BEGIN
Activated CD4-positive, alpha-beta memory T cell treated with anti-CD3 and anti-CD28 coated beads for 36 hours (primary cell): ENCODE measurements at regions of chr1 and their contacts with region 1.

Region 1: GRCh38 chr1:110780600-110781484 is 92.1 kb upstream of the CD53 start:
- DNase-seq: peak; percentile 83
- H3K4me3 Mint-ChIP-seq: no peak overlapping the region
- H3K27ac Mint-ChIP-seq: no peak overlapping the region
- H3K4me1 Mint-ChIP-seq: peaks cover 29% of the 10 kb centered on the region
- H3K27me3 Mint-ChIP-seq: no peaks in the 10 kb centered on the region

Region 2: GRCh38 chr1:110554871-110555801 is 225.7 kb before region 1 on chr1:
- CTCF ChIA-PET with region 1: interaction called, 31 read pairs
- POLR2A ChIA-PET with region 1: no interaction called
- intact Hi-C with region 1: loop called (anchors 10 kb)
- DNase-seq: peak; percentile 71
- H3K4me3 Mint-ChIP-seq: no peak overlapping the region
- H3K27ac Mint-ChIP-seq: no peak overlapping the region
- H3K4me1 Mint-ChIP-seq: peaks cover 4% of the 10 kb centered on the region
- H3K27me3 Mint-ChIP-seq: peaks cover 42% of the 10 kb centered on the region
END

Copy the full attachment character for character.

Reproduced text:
Activated CD4-positive, alpha-beta memory T cell treated with anti-CD3 and anti-CD28 coated beads for 36 hours (primary cell): ENCODE measurements at regions of chr1 and their contacts with region 1.

Region 1: GRCh38 chr1:110780600-110781484 is 92.1 kb upstream of the CD53 start:
- DNase-seq: peak; percentile 83
- H3K4me3 Mint-ChIP-seq: no peak overlapping the region
- H3K27ac Mint-ChIP-seq: no peak overlapping the region
- H3K4me1 Mint-ChIP-seq: peaks cover 29% of the 10 kb centered on the region
- H3K27me3 Mint-ChIP-seq: no peaks in the 10 kb centered on the region

Region 2: GRCh38 chr1:110554871-110555801 is 225.7 kb before region 1 on chr1:
- CTCF ChIA-PET with region 1: interaction called, 31 read pairs
- POLR2A ChIA-PET with region 1: no interaction called
- intact Hi-C with region 1: loop called (anchors 10 kb)
- DNase-seq: peak; percentile 71
- H3K4me3 Mint-ChIP-seq: no peak overlapping the region
- H3K27ac Mint-ChIP-seq: no peak overlapping the region
- H3K4me1 Mint-ChIP-seq: peaks cover 4% of the 10 kb centered on the region
- H3K27me3 Mint-ChIP-seq: peaks cover 42% of the 10 kb centered on the region